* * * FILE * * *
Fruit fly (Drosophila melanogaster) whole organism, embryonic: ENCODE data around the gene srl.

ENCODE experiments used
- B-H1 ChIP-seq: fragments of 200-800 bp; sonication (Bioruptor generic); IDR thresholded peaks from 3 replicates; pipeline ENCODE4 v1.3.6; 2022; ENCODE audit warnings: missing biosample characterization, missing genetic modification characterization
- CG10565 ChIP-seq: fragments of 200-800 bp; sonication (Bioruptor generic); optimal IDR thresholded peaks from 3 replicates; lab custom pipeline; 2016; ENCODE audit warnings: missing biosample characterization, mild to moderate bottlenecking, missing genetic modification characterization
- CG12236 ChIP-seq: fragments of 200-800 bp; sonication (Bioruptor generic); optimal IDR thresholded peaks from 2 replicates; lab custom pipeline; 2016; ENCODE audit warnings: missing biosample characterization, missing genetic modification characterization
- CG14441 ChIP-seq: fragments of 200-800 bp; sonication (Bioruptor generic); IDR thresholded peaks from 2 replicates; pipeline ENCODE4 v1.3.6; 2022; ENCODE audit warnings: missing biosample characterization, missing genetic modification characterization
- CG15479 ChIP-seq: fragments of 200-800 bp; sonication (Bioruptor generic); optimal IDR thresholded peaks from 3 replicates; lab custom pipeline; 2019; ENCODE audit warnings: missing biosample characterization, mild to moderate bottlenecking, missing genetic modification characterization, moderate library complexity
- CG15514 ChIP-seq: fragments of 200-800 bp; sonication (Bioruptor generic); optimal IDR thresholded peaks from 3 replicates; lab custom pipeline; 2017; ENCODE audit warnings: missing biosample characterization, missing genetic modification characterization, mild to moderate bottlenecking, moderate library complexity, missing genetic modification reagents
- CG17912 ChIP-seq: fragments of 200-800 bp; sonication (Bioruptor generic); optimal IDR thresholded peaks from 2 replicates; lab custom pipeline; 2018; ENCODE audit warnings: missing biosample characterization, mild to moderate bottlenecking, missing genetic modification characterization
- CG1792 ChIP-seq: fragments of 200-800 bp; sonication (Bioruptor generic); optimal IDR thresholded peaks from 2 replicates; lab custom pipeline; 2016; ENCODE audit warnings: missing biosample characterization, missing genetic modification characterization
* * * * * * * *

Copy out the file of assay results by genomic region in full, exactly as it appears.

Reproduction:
Fruit fly (Drosophila melanogaster) whole organism, embryonic: ENCODE data around the gene srl.

ENCODE experiments used
- B-H1 ChIP-seq: fragments of 200-800 bp; sonication (Bioruptor generic); IDR thresholded peaks from 3 replicates; pipeline ENCODE4 v1.3.6; 2022; ENCODE audit warnings: missing biosample characterization, missing genetic modification characterization
- CG10565 ChIP-seq: fragments of 200-800 bp; sonication (Bioruptor generic); optimal IDR thresholded peaks from 3 replicates; lab custom pipeline; 2016; ENCODE audit warnings: missing biosample characterization, mild to moderate bottlenecking, missing genetic modification characterization
- CG12236 ChIP-seq: fragments of 200-800 bp; sonication (Bioruptor generic); optimal IDR thresholded peaks from 2 replicates; lab custom pipeline; 2016; ENCODE audit warnings: missing biosample characterization, missing genetic modification characterization
- CG14441 ChIP-seq: fragments of 200-800 bp; sonication (Bioruptor generic); IDR thresholded peaks from 2 replicates; pipeline ENCODE4 v1.3.6; 2022; ENCODE audit warnings: missing biosample characterization, missing genetic modification characterization
- CG15479 ChIP-seq: fragments of 200-800 bp; sonication (Bioruptor generic); optimal IDR thresholded peaks from 3 replicates; lab custom pipeline; 2019; ENCODE audit warnings: missing biosample characterization, mild to moderate bottlenecking, missing genetic modification characterization, moderate library complexity
- CG15514 ChIP-seq: fragments of 200-800 bp; sonication (Bioruptor generic); optimal IDR thresholded peaks from 3 replicates; lab custom pipeline; 2017; ENCODE audit warnings: missing biosample characterization, missing genetic modification characterization, mild to moderate bottlenecking, moderate library complexity, missing genetic modification reagents
- CG17912 ChIP-seq: fragments of 200-800 bp; sonication (Bioruptor generic); optimal IDR thresholded peaks from 2 replicates; lab custom pipeline; 2018; ENCODE audit warnings: missing biosample characterization, mild to moderate bottlenecking, missing genetic modification characterization
- CG1792 ChIP-seq: fragments of 200-800 bp; sonication (Bioruptor generic); optimal IDR thresholded peaks from 2 replicates; lab custom pipeline; 2016; ENCODE audit warnings: missing biosample characterization, missing genetic modification characterization